With Target reporting that its stores have been hit with a massive data breach involving up to 40 million accounts, credit unions across the nation are moving to inform their members and gather more information on the security breach.

Pennsylvania State Employees Credit Union told Credit Union Journal that it is already receiving calls from members who have seen the news.

"Many are asking for their cards to be replaced," says Tom Ruback, vice president of card services. "If that's what they want, that is what we do."

Ruback explained that 28,000 PSECU cards were used at Target stores during November 27 and December 15, the breach period outlined by the retailer. Target is based in Minneapolis and has almost 1,800 stores in the U.S. and 124 in Canada.

Before the $4.2 billion credit union takes any big steps to address the potential problem, it will first gather more information from Target and will look to see how many of its cards are already closed, says Ruback.

"We will then pop in some of our fraud strategies. But we have to learn more, and some of the information coming out has been inconsistent. For example, we hear this breach was all in-store, but then we also hear that CVV2 codes have been compromised, which means online as well."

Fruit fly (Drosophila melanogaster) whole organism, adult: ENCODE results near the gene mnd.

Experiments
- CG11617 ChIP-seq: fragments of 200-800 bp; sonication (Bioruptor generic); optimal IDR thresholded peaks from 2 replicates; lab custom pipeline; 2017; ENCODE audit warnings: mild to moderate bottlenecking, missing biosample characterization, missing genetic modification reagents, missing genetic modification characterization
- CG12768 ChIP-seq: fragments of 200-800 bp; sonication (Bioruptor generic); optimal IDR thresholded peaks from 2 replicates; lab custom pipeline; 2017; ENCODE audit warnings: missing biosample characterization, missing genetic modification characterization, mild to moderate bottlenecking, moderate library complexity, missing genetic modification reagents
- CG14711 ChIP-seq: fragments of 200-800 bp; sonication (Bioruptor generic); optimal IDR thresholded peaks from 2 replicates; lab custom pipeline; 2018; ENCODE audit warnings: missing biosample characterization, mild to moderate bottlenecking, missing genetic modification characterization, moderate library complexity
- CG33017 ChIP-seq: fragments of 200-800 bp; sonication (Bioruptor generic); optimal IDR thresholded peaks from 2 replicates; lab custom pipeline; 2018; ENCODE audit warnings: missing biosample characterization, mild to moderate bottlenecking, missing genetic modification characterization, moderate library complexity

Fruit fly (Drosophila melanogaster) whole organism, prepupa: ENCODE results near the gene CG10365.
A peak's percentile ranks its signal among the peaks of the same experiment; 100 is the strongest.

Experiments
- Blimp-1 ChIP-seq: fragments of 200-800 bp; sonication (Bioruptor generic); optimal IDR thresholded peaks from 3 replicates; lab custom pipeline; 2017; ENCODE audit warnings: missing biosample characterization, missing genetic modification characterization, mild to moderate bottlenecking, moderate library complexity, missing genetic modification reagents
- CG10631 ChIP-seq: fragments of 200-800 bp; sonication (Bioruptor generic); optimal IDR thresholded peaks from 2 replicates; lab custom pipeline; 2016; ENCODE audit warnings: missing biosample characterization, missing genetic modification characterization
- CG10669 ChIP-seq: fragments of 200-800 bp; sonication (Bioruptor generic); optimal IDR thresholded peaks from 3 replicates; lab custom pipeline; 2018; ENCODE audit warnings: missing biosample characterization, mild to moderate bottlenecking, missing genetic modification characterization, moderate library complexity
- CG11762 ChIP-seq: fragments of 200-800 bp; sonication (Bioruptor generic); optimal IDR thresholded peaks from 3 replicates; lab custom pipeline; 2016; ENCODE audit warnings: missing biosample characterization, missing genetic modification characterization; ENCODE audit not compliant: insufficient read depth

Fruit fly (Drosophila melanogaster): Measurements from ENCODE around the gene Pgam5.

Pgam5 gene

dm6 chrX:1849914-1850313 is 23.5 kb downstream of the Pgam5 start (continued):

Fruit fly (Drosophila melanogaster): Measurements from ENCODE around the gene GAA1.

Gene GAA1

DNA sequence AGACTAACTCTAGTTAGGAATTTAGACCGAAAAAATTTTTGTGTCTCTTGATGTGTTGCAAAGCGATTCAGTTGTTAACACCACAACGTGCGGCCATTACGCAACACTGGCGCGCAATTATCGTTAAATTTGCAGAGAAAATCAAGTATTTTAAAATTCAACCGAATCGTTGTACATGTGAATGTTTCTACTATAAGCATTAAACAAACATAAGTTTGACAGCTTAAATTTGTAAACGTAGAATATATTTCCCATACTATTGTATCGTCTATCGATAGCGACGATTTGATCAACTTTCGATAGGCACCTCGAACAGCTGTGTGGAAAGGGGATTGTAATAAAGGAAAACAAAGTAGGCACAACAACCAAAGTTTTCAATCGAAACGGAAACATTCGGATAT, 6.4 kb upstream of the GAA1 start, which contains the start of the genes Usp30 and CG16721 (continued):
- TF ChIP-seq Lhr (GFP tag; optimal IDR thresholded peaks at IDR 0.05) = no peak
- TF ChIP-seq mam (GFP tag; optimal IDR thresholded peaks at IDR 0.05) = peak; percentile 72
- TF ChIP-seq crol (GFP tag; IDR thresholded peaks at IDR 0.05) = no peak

At Wright-Patt Credit Union in Fairborn, Ohio, CEO Doug Fecher says his shop is very concerned due to the size of the breach.

"This is significant," Fecher says. "Early information from public reports is that it appears the breach originated via some sort of skimming device or software on Target cash registers. We expect to receive more information soon."

The $2.7 billion credit union's initial plans are to quickly determine whether or not any WPCU member cards are likely to have been compromised.

"With public reports of over 40 million cards involved, we believe it is likely WPCU members have been affected, but we have not confirmed this yet," Fecher says. "We will follow our established practices for incidents of this sort, which are designed foremost to protect our members and also protect the credit union from the effects of this compromise."

Nicole Reyes, senior fraud prevention analyst at TMG, Des Moines, Iowa, advised credit unions to stay in touch with their processors to understand what special restrictions they have put in place to mitigate losses.

"Also review MasterCard and Visa alerts," Reyes says. "Because fraud is active on this compromise, it is also important for credit unions to start thinking of their plan of action. What is their fraud tolerance, that is, how much fraud are they willing to risk if they choose to keep the accounts open? Reissuing accounts can be costly, and depending on how many accounts within an individual CU are impacted, they will need to determine that fraud tolerance."

Connie Trudgeon, vice president of operations at CO-OP Financial Services, Rancho-Cucamonga, Calif., advises credit unions to quickly reach out to members and advise them to pay close attention to activity on their cards.

"We are seeing that fraud from this breach is all over the place -- in many states, overseas, but also local to the cardholder, which makes it more difficult to identify the fraud and do something through the neural network," she says.

Trudgeon notes that CO-OP has not seen any fraud from the breach that is PIN related. "At this point it appears that mag stripe information has been compromised. We have not seen anything else."